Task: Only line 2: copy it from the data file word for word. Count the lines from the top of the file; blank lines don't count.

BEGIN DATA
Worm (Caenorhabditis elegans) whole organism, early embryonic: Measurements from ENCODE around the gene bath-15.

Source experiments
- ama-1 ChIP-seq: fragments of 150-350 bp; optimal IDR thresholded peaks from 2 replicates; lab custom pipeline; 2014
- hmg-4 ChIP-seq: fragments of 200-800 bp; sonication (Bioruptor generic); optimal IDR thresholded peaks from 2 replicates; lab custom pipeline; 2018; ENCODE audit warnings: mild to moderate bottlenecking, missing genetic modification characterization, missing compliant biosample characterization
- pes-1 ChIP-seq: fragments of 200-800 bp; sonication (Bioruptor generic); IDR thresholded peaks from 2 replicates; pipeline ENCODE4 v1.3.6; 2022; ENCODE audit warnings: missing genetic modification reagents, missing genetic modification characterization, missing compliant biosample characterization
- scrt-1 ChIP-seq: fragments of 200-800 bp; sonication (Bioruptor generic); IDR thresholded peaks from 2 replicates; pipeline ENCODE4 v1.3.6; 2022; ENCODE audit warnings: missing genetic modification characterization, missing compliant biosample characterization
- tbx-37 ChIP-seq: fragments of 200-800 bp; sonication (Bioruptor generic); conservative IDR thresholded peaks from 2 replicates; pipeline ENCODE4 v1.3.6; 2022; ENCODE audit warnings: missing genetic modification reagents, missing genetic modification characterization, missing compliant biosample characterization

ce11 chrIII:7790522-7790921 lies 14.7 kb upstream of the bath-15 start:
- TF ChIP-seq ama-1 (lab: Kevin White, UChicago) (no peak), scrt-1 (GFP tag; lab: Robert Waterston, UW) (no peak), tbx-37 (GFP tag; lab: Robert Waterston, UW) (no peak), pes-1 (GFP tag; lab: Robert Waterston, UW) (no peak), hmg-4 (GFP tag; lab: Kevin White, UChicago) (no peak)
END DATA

Source experiments